Syntocinon is usually diluted before use and given as an intravenous infusion (drip) into one of your veins.
The usual dose is different in the following circumstances:
To start or help contractions during labour
The rate of infusion will start at 2 to 8 drops per minute. This may be gradually increased to a maximum rate of 40 drops per minute. The infusion rate can often be reduced once the contractions reach an adequate level, about 3-4 contractions every 10 minutes.
If your contractions do not reach the adequate level after 5 IU the attempt to start labour should be stopped and then repeated the following day.
The dose is 5 IU by infusion into a vein. In some cases this may be followed by a drip at 40 to 80 drops per minute.
The dose is 5 IU by infusion into a vein immediately after delivery of your baby.
Prevention of bleeding after delivery
The dose is 5 IU by infusion into a vein after delivery of the placenta.
Treatment of bleeding after delivery
The dose is 5 IU by infusion into a vein. In some cases this may be followed by a drip containing 5 to 20 IU of oxytocin.
Elderly (65 years and over)
There is no information on use in elderly patients. Syntocinon is not intended for use in the elderly.
Children and adolescents
There is no information on use in children (2-11 years) or adolescents (12-17 years). Syntocinon is not intended for use in children or adolescents.
Patients with kidney disease
There is no information on use in patients with kidney disease. However, you should tell your doctor if you suffer from kidney problems (see section 2
‘Warnings and precautions’)
Patients with liver disease
There is no information on use in patients with liver disease.
What to do if you receive more Syntocinon than you should
As this medicine is given to you in hospital, it is very unlikely that you will receive an overdose.
If anyone accidentally receives this medicine, tell the hospital accident and emergency department or a doctor immediately. Show any left over
medicines or the empty packet to the doctor.
An overdose of Syntocinon could cause:
- very strong contractions of your womb
- damage to your womb which could include tearing
- the placenta to come away from your womb
- amniotic fluid (the fluid around the baby) to enter your bloodstream
- harm to your baby.
What to do if you miss a dose
As a doctor or midwife is giving you this medicine, you are unlikely to miss a dose.
If you have any further questions on the use of this medicine, ask your doctor or midwife.
4. Possible side effects
Like all medicines, Syntocinon can cause side effects, although not everyone gets them.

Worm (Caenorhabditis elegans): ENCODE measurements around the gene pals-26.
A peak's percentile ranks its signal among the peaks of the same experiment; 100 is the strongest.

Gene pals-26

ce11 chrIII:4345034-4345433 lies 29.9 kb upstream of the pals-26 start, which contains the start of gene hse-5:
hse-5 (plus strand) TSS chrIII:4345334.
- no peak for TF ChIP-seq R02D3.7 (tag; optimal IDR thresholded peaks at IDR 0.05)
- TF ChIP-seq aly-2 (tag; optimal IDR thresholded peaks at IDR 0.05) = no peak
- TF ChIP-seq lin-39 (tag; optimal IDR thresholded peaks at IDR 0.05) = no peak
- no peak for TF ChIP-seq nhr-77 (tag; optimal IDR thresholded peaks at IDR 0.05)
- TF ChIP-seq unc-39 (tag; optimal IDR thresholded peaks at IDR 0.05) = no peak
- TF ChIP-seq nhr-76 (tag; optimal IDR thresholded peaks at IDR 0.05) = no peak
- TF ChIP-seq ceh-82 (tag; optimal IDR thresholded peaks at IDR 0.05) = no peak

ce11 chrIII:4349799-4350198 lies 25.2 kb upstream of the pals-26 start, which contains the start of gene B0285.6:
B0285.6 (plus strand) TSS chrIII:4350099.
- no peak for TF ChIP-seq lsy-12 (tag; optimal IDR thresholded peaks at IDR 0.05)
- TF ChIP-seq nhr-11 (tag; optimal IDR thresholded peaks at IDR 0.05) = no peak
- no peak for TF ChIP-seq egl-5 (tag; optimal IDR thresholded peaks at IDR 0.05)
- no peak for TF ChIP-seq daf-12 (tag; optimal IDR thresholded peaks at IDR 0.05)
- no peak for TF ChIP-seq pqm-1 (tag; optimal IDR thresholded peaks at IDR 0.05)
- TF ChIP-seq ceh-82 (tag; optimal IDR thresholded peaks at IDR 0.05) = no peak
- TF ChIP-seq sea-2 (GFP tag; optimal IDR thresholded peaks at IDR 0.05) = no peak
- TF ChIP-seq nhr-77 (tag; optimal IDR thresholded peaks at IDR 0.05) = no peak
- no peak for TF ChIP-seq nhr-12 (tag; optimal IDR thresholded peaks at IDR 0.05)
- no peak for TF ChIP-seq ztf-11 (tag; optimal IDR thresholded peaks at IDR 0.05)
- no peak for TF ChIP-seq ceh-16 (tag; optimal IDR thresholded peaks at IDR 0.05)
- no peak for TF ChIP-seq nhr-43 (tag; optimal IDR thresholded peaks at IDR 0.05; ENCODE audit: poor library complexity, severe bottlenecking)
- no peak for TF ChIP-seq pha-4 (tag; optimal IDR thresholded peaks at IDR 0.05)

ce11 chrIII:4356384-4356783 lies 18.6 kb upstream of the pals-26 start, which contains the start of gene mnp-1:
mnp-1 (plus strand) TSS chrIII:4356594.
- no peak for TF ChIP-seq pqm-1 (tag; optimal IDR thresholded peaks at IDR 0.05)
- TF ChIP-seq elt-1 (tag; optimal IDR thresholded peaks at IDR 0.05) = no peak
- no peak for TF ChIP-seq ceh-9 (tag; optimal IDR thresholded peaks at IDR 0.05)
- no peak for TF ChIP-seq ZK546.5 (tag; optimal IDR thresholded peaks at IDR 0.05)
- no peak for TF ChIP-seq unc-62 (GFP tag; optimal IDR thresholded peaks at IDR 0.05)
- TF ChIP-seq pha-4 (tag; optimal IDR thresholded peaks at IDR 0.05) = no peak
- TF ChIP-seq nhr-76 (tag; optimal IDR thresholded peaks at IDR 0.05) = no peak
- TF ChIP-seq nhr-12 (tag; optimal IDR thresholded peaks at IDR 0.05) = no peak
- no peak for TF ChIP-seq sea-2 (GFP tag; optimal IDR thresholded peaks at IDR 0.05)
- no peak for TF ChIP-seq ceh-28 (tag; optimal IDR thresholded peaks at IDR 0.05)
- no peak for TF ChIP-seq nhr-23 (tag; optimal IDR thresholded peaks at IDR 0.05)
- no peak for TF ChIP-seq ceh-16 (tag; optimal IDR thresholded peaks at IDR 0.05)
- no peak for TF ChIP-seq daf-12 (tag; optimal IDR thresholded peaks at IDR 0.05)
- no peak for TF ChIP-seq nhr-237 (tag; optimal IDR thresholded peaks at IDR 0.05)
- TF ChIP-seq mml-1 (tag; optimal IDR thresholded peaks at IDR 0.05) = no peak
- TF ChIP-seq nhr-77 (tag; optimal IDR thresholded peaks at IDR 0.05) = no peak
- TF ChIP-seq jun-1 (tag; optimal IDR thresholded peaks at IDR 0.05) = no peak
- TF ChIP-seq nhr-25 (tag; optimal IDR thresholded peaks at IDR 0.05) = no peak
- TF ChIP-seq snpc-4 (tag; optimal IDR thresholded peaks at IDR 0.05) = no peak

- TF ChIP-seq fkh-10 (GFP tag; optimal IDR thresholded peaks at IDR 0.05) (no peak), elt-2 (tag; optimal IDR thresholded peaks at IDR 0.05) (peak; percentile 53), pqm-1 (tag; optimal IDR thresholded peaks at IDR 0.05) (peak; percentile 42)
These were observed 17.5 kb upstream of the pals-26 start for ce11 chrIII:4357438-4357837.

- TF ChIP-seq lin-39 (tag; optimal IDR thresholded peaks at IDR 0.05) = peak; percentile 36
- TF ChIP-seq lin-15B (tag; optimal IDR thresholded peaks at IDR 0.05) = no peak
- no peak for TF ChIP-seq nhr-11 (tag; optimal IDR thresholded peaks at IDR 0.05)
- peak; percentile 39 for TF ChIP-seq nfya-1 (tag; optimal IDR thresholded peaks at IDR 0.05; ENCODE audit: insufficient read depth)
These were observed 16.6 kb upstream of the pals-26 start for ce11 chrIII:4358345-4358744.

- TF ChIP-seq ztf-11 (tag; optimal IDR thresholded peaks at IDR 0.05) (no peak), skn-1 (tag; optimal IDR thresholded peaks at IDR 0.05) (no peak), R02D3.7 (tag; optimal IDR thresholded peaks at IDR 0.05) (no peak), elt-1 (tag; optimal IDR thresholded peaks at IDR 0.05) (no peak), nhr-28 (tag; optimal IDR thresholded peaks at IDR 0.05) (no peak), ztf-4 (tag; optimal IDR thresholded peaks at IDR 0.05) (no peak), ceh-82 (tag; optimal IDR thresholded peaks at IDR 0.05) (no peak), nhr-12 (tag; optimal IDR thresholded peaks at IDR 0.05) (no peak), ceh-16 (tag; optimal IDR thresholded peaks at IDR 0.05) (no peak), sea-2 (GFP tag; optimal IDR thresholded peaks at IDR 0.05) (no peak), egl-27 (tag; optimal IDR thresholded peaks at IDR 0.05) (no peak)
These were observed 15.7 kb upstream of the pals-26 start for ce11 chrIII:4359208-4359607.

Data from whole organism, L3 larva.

Common side effects (more than 1 in 100 patients) of Syntocinon include:
- feeling or being sick
- fast or slow heartbeat
Uncommon side effects (more than 1 in 1,000 patients) of Syntocinon include:
Rare side effects (more than 1 in 10,000 patients) of Syntocinon include:
- skin rashes
- a severe allergic reaction with difficulty in breathing, dizziness and lightheadedness, feeling faint, nausea, cold and clammy skin or a fast or
Other side effects
Effects in the mother:
- haemorrhage (bleeding)
- chest pain (angina)
- irregular heartbeat
- excessive or continuous contractions
- tearing of the womb
- fluid retention (water intoxicaton). Symptoms may include headache, anorexia (loss of appetite), feeling or being sick, stomach pain, sluggishness, drowsiness, unconsciousness, low levels of certain chemicals in the blood (e.g. sodium or potassium), fits
- low blood salt levels
- sudden fluid overload in the lungs
- sudden brief sensation of heat often over the whole body
- abnormal clotting, bleeding and anaemia
- spasm of the muscles of the womb
Effects in the baby:
Excessive contractions may cause low blood salt levels, shortage of oxygen, suffocation and death.
If you get any side effects, talk to your doctor or midwife. This includes any possible side effects not listed in this leaflet.
5. How to store Syntocinon
Keep this medicine out of the sight and reach of children.
The hospital pharmacy will store this medicine in a refrigerator between 2° to 8°C and make sure that it is not used after the expiry date on the pack. The expiry date refers to the last day of that month. Syntocinon may be stored at temperatures of up to 30°C for 3 months, but must then be discarded.
If your doctor decides to stop your treatment, return any unused medicine to the pharmacist. Only keep it if your doctor tells you to.
Medicines should not be disposed of via wastewater or household waste. Ask your pharmacist on how to dispose of medicines no longer required. These
measures will help protect the environment.
6. Contents of the pack and other information
What Syntocinon contains
The active substance is oxytocin.
The other ingredients are sodium acetate tri-hydrate, chlorobutanol, ethanol, acetic acid and water for injections.
What Syntocinon looks like and contents of the pack
Syntocinon is a clear, colourless, sterile liquid which comes in a 1ml (millilitre) clear glass ampoule. Syntocinon comes in packs of five ampoules.
Each Syntocinon ampoule contains either 5 IU (International Units) or 10 IU oxytocin.
Marketing Authorisation Holder and Manufacturer
The product licence holder is:
Alliance Pharmaceuticals Limited
Syntocinon is manufactured by:
Novartis Pharmaceuticals UK Limited
The information in this leaflet applies only to Syntocinon. If you have any questions or you are not sure about anything, ask your doctor, midwife or a pharmacist.
Syntocinon is a registered trademark of Novartis Pharmaceuticals Limited and is used under licence by Alliance Pharmaceuticals Limited.
Alliance, Alliance Pharmaceuticals and associated devices are registered trademarks.